With 2020 in the rearview mirror, Community Health Centers confront new challenges and a year that will hopefully look a lot different than the last. With passage of the stimulus package in the closing days of the year, health centers have some resources. President Trump signed into law on December 27, 2020, a massive spending bill that includes $1.4 trillion in government funding through the remainder of FY 2021 and $900+ billion in emergency COVID-19 relief. The funding package also includes Surprise Billing legislation. The bill passed Congress by a vote of 359-53 in the House and 91-7 in the Senate.
Congress approves mandatory funding for Community Health Centers
The bill includes the following funding provisions for Community Health Centers:
Three years of Mandatory Funding from FY2021 to FY2023 at $4 billion per year, $1.7 billion in Discretionary Funding (appropriations) for FY2021 and three-year mandatory funding extensions for Teaching Health Center Graduate Medical Education Program (THCGME), and the National Health Service Corps (NHSC).
The law also grants all health care providers (including health centers) the flexibility to calculate lost revenues under the Provider Relief Fund. There are also resources and support as health centers join with federal, state, and local partners to carry out a massive vaccination strategy and help bring about an end to the pandemic.
COVID-19 vaccination begins
The vaccination effort at health centers is already underway. NACHC is tracking reports of health centers getting their first doses of the vaccine and starting the process of vaccinating both staff and patients, depending on the doses available. A few highlights we know about so far:
Waianae Comprehensive Health Center in Hawaii has nearly finished vaccinating their 650 employees with the Pfizer COVID vaccine. The center mastered the complex transportation, storage, and vaccination clinics with impressive precision and has begun the process of educating the public about the safety of the COVID vaccine with a town hall that you can watch here.
CompleteCare Health Network in Bridgeton, New Jersey, has vaccinated about 130 staff members and health care volunteers with the Moderna vaccine and will continue vaccinating staff later this week. They are making plans to expand vaccination to a larger group, such as first responders, later in January, according to Kimberly Tweed, Director of Marketing & Development at the center.
Also in New Jersey, Henry J. Austin Health Center held a Facebook Live event in December to answer questions about vaccine safety, featuring CEO, Dr. Kemi Alli, CMO, Dr. Rachael Evans, and New Jersey Primary Care Association’s President and CEO, Selina Haq, Ph.D.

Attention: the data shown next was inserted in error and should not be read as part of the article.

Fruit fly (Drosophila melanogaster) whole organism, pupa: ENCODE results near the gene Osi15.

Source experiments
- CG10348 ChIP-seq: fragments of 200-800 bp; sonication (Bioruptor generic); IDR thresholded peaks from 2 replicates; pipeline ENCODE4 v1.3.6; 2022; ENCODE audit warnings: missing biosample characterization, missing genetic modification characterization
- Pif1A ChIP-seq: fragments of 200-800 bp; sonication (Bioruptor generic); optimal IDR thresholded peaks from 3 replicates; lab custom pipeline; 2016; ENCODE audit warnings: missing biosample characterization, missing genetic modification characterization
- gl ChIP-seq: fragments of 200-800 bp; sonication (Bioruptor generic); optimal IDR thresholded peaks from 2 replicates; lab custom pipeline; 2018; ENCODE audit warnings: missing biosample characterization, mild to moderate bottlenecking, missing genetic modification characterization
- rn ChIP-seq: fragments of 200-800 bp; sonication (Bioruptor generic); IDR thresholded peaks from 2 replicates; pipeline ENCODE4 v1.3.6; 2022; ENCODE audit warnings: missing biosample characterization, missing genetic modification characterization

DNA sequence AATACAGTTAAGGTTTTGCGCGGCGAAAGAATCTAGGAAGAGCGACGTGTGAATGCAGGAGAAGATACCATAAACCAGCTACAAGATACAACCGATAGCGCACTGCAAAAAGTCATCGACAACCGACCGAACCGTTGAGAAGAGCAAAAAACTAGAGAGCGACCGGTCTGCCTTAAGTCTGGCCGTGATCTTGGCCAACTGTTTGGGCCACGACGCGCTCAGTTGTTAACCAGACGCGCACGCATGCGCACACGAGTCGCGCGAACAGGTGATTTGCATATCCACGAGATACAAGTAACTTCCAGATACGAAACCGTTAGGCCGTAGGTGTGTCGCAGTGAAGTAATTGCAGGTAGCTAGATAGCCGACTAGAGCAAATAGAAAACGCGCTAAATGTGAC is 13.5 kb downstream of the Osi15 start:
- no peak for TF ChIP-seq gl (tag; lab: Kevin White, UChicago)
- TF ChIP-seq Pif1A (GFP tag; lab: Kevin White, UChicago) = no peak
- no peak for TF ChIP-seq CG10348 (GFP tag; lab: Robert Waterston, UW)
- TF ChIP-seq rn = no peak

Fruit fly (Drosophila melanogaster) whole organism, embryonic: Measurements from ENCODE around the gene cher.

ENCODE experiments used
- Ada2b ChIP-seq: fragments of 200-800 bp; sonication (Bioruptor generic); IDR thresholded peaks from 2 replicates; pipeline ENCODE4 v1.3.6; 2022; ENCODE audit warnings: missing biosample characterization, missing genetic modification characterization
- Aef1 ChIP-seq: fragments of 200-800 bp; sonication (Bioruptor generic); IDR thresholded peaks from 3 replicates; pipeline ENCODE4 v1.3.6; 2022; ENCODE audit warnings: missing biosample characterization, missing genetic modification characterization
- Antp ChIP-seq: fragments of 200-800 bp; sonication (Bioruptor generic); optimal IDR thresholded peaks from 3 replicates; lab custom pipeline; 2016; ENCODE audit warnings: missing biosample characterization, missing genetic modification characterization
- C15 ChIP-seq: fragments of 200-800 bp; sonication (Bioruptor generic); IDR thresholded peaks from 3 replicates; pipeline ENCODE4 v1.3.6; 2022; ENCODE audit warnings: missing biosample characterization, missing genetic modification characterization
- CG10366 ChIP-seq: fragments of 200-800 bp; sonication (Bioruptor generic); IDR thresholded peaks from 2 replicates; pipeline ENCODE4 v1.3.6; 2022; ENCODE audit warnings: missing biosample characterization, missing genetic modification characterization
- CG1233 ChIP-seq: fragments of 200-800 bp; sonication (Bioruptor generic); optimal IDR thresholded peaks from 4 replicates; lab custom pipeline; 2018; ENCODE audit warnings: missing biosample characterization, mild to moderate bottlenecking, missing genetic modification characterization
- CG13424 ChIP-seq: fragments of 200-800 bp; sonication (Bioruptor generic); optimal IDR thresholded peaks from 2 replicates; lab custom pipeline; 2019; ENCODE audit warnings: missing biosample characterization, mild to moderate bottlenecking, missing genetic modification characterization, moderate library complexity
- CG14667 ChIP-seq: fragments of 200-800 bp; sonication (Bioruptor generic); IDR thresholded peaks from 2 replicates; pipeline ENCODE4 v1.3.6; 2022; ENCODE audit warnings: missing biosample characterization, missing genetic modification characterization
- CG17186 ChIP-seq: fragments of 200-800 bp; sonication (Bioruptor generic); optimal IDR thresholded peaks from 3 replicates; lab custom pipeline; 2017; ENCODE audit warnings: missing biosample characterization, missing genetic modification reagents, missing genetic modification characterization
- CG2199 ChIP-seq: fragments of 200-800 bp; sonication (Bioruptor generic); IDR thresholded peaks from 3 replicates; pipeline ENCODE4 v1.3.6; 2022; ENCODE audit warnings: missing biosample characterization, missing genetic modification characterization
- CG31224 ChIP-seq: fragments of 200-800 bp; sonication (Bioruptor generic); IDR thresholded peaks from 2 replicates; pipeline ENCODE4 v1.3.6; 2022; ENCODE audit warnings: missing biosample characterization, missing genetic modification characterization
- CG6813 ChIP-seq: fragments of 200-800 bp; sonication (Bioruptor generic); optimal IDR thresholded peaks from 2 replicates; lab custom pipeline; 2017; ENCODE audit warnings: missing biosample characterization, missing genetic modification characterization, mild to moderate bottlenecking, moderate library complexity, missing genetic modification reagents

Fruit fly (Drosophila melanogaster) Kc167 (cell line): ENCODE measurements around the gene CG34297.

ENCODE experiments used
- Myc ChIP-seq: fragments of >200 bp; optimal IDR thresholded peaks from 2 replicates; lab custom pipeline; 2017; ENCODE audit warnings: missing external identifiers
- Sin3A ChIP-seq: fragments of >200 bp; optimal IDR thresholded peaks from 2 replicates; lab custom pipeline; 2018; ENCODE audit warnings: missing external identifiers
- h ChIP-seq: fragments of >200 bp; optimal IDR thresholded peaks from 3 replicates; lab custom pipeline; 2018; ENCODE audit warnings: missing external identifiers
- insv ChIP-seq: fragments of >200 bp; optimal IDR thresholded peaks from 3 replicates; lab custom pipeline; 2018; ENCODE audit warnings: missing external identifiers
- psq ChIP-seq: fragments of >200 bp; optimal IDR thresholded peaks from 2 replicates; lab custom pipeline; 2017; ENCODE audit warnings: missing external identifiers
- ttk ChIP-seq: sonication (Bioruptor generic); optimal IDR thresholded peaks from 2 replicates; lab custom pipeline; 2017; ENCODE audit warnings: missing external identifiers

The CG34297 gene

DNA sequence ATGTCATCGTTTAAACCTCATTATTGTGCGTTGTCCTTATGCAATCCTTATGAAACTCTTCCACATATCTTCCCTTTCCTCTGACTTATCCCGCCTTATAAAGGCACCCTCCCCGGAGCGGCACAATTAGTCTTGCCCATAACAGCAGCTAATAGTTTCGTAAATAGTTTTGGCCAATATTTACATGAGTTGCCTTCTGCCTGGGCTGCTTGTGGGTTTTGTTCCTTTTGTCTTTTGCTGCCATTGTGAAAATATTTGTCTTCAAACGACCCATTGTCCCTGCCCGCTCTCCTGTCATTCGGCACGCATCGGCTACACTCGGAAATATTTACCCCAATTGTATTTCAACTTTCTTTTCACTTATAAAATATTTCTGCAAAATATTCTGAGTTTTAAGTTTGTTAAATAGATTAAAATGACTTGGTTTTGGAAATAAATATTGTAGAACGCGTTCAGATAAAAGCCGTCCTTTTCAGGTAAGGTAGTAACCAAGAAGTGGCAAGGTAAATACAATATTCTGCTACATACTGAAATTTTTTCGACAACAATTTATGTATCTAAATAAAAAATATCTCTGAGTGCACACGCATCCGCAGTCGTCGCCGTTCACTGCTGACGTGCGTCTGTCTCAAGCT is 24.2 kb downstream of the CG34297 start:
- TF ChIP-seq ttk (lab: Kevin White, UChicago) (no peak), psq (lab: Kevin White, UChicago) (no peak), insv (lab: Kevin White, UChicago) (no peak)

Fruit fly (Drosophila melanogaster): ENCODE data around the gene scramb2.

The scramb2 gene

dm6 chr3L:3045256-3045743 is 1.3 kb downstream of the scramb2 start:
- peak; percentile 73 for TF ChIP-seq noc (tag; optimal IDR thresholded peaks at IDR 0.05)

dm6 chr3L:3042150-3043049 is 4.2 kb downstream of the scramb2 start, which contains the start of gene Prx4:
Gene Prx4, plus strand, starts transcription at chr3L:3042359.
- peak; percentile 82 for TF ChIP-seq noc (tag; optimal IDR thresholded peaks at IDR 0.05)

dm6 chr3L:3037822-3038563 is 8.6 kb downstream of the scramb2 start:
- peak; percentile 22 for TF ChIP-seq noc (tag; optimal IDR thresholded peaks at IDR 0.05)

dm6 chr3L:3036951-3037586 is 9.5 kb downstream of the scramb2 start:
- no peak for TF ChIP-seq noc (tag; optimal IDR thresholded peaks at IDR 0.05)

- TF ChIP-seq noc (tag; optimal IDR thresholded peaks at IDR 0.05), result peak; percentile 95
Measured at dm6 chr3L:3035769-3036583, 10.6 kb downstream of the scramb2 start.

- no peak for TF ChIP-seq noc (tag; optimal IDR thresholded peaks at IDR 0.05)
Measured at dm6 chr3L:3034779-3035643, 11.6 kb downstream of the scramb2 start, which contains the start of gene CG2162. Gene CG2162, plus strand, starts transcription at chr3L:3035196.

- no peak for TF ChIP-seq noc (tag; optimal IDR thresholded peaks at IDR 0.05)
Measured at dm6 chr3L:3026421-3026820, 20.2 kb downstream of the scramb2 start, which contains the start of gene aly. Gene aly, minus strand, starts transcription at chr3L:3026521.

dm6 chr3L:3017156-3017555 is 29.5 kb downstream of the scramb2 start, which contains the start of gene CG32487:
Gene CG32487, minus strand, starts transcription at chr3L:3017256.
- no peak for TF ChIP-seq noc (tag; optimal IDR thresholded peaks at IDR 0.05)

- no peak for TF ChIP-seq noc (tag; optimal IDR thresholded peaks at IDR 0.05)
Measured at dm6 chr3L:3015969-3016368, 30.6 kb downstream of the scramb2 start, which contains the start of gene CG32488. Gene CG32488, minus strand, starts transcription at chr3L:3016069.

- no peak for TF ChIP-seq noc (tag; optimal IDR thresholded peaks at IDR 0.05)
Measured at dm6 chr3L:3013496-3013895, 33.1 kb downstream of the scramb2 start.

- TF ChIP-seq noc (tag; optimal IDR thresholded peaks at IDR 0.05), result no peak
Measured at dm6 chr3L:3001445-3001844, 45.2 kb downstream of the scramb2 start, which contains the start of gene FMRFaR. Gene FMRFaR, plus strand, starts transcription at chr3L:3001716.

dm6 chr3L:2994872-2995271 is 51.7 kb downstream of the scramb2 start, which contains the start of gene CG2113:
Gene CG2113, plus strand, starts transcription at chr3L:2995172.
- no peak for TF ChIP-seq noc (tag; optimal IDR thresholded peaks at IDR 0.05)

In rural southwest Georgia, Albany Area Primary Health Care (AAPHC), a COVID hot zone a few months ago, is preparing to vaccinate community members starting next week with their latest shipment of the Moderna vaccine.
“Phase 1A has been expanded to include adults aged 65 and older, law enforcement officers, firefighters, and first responders to the current group of individuals eligible to receive COVID-19 vaccination,” says Ronda Arline, Director of Nursing for AAPHC, in a press release issued by the health center.
Promoting equitable vaccine distribution
Vaccine equity also remains a special focus. Health centers are working to ensure all community residents who want a COVID vaccine can get one, especially in medically underserved communities of color who have been disproportionately affected by the virus, suffering higher rates of infections and hospitalizations.
Andrea Skolkin, CEO of OneWorld Community Health Centers Inc. in South Omaha, NE, underscored to the local Omaha World-Herald in a recent interview that minority populations “especially devastated” by the virus should be prioritized because they work jobs that expose them to greater risk.
Health centers serve millions of essential workers, millions of America’s essential workers – those who harvest our food in the field, clean public spaces, and work in our factories. Health centers also serve 14.5 million people in poverty, 2.9 million people 65 and older, 19 million people who are of minority background, 1.5 million homeless people, and 20 million people with chronic conditions. View our recent infographic to learn more about the work health centers are doing to help communities affected by COVID.